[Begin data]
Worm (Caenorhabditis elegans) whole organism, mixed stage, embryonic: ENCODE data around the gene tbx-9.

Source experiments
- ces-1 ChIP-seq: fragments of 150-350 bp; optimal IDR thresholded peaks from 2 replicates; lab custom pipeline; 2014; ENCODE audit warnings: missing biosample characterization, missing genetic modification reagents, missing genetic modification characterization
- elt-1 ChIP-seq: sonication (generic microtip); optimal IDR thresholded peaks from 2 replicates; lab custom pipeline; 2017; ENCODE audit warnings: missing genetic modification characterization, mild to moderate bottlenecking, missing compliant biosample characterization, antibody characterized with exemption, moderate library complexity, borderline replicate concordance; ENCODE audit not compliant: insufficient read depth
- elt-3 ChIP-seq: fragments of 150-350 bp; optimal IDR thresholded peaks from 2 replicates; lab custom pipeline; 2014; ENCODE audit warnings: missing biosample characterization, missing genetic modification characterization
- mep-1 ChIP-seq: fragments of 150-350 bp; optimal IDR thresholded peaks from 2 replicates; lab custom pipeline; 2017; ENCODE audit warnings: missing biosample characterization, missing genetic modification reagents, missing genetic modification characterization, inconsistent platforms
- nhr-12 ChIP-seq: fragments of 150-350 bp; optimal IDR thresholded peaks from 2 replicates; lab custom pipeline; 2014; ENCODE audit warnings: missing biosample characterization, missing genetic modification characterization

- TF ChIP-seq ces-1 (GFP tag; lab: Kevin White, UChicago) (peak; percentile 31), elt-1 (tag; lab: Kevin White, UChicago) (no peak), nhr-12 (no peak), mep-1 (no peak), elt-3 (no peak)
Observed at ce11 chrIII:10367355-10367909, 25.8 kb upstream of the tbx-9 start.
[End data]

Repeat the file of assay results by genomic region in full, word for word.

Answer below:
Worm (Caenorhabditis elegans) whole organism, mixed stage, embryonic: ENCODE data around the gene tbx-9.

Source experiments
- ces-1 ChIP-seq: fragments of 150-350 bp; optimal IDR thresholded peaks from 2 replicates; lab custom pipeline; 2014; ENCODE audit warnings: missing biosample characterization, missing genetic modification reagents, missing genetic modification characterization
- elt-1 ChIP-seq: sonication (generic microtip); optimal IDR thresholded peaks from 2 replicates; lab custom pipeline; 2017; ENCODE audit warnings: missing genetic modification characterization, mild to moderate bottlenecking, missing compliant biosample characterization, antibody characterized with exemption, moderate library complexity, borderline replicate concordance; ENCODE audit not compliant: insufficient read depth
- elt-3 ChIP-seq: fragments of 150-350 bp; optimal IDR thresholded peaks from 2 replicates; lab custom pipeline; 2014; ENCODE audit warnings: missing biosample characterization, missing genetic modification characterization
- mep-1 ChIP-seq: fragments of 150-350 bp; optimal IDR thresholded peaks from 2 replicates; lab custom pipeline; 2017; ENCODE audit warnings: missing biosample characterization, missing genetic modification reagents, missing genetic modification characterization, inconsistent platforms
- nhr-12 ChIP-seq: fragments of 150-350 bp; optimal IDR thresholded peaks from 2 replicates; lab custom pipeline; 2014; ENCODE audit warnings: missing biosample characterization, missing genetic modification characterization

- TF ChIP-seq ces-1 (GFP tag; lab: Kevin White, UChicago) (peak; percentile 31), elt-1 (tag; lab: Kevin White, UChicago) (no peak), nhr-12 (no peak), mep-1 (no peak), elt-3 (no peak)
Observed at ce11 chrIII:10367355-10367909, 25.8 kb upstream of the tbx-9 start.